source: Yıllarboyu Tarih, (History through Years) May 1984 nr.5 vol.12, p.22

Col. Celal Dora at operator with his men.

US General Shepard decorates Col. Celal Dora with Silver Star Madal.
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Post by Tosun Saral » 30 Jul 2007 09:32

Col. Celal Dora infront of his tent with his staff officers reading the newspaper Hürriyet that Mr. Es brought fom home.

Retired Col. Celal Dora says "We lost to much men in Korea"
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Post by Tosun Saral » 30 Jul 2007 09:39

source: Yıllarboyu Tarih, Jan. 1984, vol.12, Nr. 1, p. 26 by Reha Oguz Türkkan

A Turkish Artillary officer pointing the hill where the glorious Turkish Flag should be erected.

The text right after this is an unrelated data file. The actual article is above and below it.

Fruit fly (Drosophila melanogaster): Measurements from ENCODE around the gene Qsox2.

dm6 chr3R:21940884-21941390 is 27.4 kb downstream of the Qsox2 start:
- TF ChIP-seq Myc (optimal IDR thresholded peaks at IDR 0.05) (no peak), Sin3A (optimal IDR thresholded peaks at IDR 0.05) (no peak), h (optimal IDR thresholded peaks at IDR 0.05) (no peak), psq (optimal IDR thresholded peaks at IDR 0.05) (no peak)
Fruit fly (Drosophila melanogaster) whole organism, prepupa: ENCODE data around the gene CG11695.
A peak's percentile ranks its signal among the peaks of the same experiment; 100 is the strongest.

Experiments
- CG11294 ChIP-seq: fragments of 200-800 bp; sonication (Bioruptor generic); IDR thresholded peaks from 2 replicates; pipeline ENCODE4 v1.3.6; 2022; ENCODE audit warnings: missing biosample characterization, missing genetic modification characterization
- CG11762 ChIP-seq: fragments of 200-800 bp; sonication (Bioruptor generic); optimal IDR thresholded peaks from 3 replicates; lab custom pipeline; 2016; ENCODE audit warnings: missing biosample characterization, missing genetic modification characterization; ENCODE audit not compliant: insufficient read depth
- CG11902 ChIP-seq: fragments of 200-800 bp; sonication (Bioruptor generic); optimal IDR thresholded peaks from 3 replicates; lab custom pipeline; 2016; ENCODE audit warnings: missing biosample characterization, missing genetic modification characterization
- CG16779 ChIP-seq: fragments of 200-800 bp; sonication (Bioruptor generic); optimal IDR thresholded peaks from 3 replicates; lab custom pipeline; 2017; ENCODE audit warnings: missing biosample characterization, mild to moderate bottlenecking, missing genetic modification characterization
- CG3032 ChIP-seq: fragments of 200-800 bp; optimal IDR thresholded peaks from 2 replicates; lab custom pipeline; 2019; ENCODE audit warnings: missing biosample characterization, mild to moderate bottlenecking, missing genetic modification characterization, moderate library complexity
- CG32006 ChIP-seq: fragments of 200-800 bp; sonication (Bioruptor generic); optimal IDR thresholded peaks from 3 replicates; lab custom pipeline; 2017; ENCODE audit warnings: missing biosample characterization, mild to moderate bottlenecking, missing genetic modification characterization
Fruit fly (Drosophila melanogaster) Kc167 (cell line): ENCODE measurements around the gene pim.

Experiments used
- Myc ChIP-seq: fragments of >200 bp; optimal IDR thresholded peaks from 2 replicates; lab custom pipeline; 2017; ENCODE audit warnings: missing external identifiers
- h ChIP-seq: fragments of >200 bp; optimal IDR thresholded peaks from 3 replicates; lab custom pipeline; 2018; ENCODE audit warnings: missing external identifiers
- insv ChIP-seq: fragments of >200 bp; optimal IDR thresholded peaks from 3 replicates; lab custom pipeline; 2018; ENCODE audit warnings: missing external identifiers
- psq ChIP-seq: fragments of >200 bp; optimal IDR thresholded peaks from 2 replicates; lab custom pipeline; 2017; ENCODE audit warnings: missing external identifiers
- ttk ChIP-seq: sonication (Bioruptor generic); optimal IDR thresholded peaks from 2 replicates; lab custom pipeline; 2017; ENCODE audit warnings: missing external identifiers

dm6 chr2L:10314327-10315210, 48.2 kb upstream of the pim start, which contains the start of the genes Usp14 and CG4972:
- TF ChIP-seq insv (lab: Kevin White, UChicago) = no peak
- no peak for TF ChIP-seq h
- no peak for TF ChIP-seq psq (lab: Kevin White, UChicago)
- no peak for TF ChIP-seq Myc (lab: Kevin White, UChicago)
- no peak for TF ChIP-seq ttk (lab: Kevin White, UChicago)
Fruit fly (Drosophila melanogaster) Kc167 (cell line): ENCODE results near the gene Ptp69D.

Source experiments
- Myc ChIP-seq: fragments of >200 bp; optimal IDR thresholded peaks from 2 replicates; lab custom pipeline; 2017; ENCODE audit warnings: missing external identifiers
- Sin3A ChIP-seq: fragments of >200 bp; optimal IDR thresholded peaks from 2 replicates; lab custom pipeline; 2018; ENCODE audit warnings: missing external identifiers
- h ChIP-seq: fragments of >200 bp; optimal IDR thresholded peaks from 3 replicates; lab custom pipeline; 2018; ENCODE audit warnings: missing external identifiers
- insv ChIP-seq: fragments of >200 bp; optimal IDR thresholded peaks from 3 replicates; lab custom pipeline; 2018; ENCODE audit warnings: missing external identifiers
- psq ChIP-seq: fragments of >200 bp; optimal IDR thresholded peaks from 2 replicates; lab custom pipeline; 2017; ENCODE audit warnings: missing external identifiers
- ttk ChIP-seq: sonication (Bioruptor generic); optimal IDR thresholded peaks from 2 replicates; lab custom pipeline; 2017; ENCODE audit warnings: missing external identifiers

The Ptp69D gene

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Post by Tosun Saral » 30 Jul 2007 11:47

Turkish officers at leave at Tokyo shoe-shining.
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Post by Tosun Saral » 30 Jul 2007 11:51

A Japaneese Nurse careing wounded Turkish soldier at a military hospital in Tokyo.

Journalist Mr. Hikmet Feridun Es wrots from Tokyo

"At the moment I'm writing this, all the hospital corridors in Japan are filled with the wounded. Our own wounded boys are being sent to Japan from Korea by airplane.mostly to Japan's General and Apex hospitals.
When I came to Japan for a couple of days to mail my photos and (journalistic) reports, I got a telephone call in the early morning. The hospital's doctors asked me I needed to hop in a car and go to the hospital right away. In a situation like this, the word "request" has no meaning. Our boys in the hospital could not communicate with the doctors in the doctors' language. I happily rushed to the hospital.